Tibetan painting of Yama, an Indian death-god who became a protector of Buddhism after being tamed by the Bodhisattva Manjushri. Artist unknown; mid-17th to mid-18th century. Now in the Metropolitan Museum of Art.
Date:14th–16th century Geography:Tibet Culture:Tibetan Medium:Carved wood, skin, gesso, gilding Dimensions:Height: 42 15/16 in. (109 cm) Classification:Chordophone-Lute-plucked-unfretted Credit Line:Purchase, Clara Mertens Bequest, in memory of André Mertens, 1989Accession Number:1989.55 The Metropolitan Museum of Art
Images and description from The Metropolitan Museum of Art: “The ancient “silk route”, running from the Mediterranean to Sian in east central China, made Central Asia a meeting place of many cultures. This lute, an extraordinary example of musical exchange between East and West, is similar to instruments played by angels depicted in seventh-century Buddhist cave paintings. It offers some insight into the development of the modern sgra-snyan. The body, with two skin-covered chambers, is a rare example of an archaic transitional form that seems to point to the Afghan robab, and various Himalayan lute types. Decorative elements, such as green-colored skins, like those of the damarn, and the portraits of Buddha and musicians, rendered on painted ivory with gold leaf, are typical of fifteenth-century Tibet. The back, fingerboard, and pegbox reveal cartouches and palmettes reminiscent of seventeenth-century Persia. Tin leafing shows through as a silvery underlayer in a worn section of the instrument. Painted gesso adheres to the surface, the result of an ancient gilding process known as adoratura. Originally, there were six strings attached to this instrument, but the pegbox was shortened to accommodate five, with a possible sixth string attached to a side peg. Despite the appearance of Buddha and his musicians, the sgra-snyan was not used in religious settings, but accompanied secular song.”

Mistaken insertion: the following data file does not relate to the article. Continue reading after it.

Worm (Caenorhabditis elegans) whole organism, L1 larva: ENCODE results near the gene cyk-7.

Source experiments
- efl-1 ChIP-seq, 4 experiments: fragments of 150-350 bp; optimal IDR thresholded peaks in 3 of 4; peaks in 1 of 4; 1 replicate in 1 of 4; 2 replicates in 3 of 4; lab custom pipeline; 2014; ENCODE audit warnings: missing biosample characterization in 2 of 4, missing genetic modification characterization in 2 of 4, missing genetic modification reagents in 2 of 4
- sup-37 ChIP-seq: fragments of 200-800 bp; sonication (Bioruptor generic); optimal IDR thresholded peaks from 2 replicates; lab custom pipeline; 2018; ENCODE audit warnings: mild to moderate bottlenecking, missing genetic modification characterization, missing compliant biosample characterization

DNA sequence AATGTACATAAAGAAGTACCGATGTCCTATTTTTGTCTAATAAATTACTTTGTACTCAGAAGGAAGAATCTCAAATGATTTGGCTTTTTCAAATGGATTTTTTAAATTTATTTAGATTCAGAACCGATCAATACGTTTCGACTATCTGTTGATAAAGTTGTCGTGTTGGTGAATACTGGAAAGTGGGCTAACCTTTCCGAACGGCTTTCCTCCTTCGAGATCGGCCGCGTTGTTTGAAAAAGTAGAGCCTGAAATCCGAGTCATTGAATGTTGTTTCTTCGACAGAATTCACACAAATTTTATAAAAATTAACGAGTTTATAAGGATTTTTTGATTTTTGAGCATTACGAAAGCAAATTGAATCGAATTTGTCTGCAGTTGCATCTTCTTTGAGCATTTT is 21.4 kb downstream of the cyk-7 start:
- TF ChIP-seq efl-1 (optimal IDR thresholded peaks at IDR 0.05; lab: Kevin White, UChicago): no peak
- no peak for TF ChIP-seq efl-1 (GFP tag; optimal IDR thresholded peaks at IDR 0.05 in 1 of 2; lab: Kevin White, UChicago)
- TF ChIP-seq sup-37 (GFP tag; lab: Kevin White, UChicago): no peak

Description and images via:Rubin Museum of Art “This eight-panel, double-sided scroll presents diagrams
exploring various aspects of the cosmos as described in the Buddhist
text called the Wheel of Time (Kalachakra) Tantra. This tantra emphasizes the correlations between the outward appearances of the universe and the human body.
This fully annotated diagram of the Buddhist cosmos renders all of the
essential elements of the Kalachakra system’s understanding of
upper-world topography, and displays them both from above and from the
side. It focuses particularly on Mount Meru, which is believed to sit at
the center axis of the cosmos. Meru’s base, or foundation, consists of
four round disks that represent (from bottom to top) air, fire, water,
The Cosmic Man
The human body represents a complex inner cosmology with direct
correlations to the universe. Branching off from the vertical central
channel of this “cosmic man” are six centers, or chakras,
associated with the six elements: space, located at the crown; water, at
the forehead; fire, at the throat; wind, at the heart; earth, at the
navel; and awareness, at the genitals. In addition to these primary chakras, the painting also depicts the chakras
at the main joints—shoulders, elbows, wrists, hips, knees, and ankles—
which correlate to the twelve signs of the zodiac. The figure’s fingers,
correspond to the five elements.”
“I needed an outstanding character and I had been thinking of one who would be a mystery in himself, moving into the affairs of lesser folks much to their amazement.
“By combining Houdini’s penchant for escapes with the hypnotic power of Tibetan mystics…such a character would have unlimited scope when confronted by surprise situations, yet all could be brought within the range of credibility.”